A ZEALOUS advocate for the proposed federal constitution in a certain public assembly said, that "the repugnance of a great part of mankind to good government was such, that he believed, that if an angel from heaven was to bring down a constitution, formed there for our use, it would nevertheless meet with violent opposition." He was reproved for the supposed extravagance of the sentiment, and he did not justify
It was a fever in which the Earl of Buchan, then lord Cadross, lay sick at St. Andrew's; and the advice was, not to blister, according to the old practice and the opinion of the learned Dr. Simson, brother of the celebrated geometrician at Glasgow. B.
+ From the Repository, vol. II. p. 313. Editor.
it. Probably it might not have immediately occurred to him, that the experiment had been tried, and that the event was recorded in the most faithful of all histories, the Holy Bible; otherwise he might, as it seems to me, have supported his opinion by that unexceptionable authority.
The Supreme Being had been pleased to nourish up a single family, by continued acts of his attentive providence, till it became a great people: and having rescued them from bondage by many miracles, performed by his servant Moses, he personally delivered to that chosen servant, in presence of the whole nation, a constitution and code of laws for their observance, accompanied and sanctioned with promises of great rewards, and threats of severe punishments, as the consequence of their obedience or disobedience.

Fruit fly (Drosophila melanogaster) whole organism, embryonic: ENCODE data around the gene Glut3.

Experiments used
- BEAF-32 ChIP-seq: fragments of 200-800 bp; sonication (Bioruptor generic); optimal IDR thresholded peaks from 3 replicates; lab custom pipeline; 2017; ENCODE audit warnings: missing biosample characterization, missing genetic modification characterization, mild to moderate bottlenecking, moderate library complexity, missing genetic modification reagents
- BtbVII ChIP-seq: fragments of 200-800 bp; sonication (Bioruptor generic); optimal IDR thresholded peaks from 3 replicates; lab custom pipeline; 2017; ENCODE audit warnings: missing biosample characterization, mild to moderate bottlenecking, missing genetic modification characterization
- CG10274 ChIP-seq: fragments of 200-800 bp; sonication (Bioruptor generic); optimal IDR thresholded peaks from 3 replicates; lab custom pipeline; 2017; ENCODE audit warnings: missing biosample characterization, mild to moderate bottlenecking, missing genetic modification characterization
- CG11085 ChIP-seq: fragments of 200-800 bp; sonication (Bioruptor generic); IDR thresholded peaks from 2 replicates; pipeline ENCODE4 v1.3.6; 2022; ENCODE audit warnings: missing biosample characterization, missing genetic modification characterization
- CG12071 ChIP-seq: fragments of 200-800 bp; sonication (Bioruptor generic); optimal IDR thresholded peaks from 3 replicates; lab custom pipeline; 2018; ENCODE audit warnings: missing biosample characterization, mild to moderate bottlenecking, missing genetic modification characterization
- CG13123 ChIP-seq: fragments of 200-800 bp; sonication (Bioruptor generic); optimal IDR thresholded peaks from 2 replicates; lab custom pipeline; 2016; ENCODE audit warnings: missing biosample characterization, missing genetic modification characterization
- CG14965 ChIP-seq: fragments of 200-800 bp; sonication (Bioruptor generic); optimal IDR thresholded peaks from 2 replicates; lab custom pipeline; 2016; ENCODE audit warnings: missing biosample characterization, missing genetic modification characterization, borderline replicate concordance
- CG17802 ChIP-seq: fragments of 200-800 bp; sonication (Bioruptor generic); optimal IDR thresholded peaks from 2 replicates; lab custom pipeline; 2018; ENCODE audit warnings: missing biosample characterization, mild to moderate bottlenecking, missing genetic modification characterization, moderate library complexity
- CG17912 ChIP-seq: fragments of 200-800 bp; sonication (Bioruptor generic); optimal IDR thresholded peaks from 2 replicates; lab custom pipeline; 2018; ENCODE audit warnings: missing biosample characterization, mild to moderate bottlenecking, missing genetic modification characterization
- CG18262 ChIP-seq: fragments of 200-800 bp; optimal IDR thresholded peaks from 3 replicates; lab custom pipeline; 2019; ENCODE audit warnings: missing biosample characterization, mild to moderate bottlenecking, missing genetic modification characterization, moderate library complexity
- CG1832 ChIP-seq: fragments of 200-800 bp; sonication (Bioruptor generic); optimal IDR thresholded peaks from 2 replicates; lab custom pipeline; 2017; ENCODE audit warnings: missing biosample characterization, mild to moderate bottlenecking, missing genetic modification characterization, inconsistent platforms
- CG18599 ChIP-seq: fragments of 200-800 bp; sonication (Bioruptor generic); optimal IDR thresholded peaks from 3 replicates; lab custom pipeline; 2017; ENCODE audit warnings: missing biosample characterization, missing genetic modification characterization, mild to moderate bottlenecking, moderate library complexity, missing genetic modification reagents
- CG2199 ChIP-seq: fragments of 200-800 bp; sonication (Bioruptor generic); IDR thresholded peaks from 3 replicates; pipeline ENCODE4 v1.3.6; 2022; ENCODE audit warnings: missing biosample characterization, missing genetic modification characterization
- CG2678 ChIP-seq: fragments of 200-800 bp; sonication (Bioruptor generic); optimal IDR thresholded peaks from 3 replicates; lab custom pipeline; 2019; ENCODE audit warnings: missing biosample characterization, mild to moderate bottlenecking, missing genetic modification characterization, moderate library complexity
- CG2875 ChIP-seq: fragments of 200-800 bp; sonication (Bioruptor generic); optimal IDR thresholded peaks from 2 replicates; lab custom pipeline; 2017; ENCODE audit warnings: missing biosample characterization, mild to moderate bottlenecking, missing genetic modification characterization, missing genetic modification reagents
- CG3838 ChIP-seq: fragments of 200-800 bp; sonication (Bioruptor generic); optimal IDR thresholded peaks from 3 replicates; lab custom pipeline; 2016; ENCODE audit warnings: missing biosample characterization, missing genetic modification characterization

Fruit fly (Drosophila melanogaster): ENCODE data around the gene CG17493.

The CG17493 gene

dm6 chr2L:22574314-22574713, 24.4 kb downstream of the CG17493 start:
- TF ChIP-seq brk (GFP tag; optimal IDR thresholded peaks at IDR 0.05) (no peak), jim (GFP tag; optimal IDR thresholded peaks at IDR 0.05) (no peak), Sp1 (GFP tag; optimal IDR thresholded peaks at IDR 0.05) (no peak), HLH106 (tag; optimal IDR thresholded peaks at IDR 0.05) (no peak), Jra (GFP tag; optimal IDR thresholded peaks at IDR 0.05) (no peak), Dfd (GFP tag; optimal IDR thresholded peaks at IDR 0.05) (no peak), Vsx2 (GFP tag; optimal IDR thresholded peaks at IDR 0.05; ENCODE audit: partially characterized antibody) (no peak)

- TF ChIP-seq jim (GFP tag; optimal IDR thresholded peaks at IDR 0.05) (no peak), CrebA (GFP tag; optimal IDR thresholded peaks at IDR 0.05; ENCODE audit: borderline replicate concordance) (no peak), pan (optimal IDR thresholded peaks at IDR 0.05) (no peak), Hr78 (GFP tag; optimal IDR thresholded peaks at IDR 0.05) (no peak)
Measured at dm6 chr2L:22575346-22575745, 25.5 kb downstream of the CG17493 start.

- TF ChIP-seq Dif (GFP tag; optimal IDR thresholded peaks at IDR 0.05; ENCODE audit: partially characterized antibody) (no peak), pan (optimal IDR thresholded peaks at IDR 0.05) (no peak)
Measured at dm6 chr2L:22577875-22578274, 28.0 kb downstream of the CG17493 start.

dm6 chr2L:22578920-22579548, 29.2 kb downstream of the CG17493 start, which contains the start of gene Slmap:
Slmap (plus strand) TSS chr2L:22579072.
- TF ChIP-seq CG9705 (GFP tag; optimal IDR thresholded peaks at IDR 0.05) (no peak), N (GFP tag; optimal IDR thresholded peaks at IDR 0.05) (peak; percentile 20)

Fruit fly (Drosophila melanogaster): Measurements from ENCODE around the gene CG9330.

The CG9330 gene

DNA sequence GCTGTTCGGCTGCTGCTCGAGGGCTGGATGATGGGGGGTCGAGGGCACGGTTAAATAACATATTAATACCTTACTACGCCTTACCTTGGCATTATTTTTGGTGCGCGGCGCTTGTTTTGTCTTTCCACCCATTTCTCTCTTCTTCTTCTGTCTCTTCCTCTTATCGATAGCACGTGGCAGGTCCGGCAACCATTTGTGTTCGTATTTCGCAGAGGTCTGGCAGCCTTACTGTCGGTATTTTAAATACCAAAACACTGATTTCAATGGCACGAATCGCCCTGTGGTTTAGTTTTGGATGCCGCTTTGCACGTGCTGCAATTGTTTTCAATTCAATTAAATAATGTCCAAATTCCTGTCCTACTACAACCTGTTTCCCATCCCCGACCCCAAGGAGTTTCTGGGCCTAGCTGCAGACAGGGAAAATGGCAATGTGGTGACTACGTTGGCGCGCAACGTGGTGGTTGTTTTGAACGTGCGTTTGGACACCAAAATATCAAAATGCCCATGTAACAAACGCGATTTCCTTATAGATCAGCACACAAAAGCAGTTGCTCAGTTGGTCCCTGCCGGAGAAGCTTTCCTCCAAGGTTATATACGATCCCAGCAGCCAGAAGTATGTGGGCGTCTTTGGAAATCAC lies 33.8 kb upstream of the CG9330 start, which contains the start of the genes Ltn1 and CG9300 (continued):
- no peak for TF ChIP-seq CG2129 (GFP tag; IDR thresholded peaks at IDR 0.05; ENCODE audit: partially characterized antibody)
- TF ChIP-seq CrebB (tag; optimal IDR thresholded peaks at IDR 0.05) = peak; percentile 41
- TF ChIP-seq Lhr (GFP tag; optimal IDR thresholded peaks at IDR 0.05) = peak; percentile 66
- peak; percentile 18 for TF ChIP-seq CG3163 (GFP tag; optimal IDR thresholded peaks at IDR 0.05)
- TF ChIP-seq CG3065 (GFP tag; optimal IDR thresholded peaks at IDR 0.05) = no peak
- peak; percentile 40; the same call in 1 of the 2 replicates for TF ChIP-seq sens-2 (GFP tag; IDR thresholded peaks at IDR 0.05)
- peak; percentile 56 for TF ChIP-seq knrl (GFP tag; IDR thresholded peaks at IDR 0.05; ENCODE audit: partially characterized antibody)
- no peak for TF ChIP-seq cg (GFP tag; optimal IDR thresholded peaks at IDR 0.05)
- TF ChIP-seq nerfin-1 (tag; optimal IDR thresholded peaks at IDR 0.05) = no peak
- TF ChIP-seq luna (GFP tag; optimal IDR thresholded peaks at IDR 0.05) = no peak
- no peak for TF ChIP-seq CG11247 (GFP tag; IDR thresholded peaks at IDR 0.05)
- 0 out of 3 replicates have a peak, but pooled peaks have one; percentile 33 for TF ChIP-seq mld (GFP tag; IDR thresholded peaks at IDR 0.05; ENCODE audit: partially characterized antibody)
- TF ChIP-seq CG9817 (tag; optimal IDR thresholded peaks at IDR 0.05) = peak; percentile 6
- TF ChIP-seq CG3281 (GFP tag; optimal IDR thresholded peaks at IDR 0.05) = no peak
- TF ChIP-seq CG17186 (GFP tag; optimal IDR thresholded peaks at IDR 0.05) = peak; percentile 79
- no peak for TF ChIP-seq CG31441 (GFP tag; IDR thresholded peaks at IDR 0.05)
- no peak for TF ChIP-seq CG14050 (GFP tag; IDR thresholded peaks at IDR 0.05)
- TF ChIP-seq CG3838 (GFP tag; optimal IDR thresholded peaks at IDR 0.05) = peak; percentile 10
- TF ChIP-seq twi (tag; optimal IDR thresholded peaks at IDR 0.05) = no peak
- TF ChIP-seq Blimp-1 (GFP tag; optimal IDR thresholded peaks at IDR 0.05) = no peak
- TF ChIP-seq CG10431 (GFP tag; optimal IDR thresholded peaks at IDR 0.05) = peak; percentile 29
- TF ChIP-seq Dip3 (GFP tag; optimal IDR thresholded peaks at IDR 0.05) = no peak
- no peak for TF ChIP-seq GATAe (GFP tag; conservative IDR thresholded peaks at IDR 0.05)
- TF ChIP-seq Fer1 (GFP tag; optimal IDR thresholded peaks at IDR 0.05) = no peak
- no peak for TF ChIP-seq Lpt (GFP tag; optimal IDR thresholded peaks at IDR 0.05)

This constitution, though the Deity himself was to be at its head (and it is therefore called by political writers a theocracy) could not be carried into execution but by the means of his ministers; Aaron and his sons were therefore commissioned to be, with Moses, the first established ministry of the new government.
One would have thought, that the appointment of men, who had distinguished themselves in procuring the liberty of their nation, and had hazarded their lives in openly opposing the will of a powerful monarch, who would have retained that nation in slavery, might have been an appointment acceptable to a grateful people; and that a constitution, framed for them by the Deity himself, might on that account have been secure of an universal welcome reception. Yet there were, in every one of the thirteen tribes, some discontented, restless spirits, who were continually exciting them to reject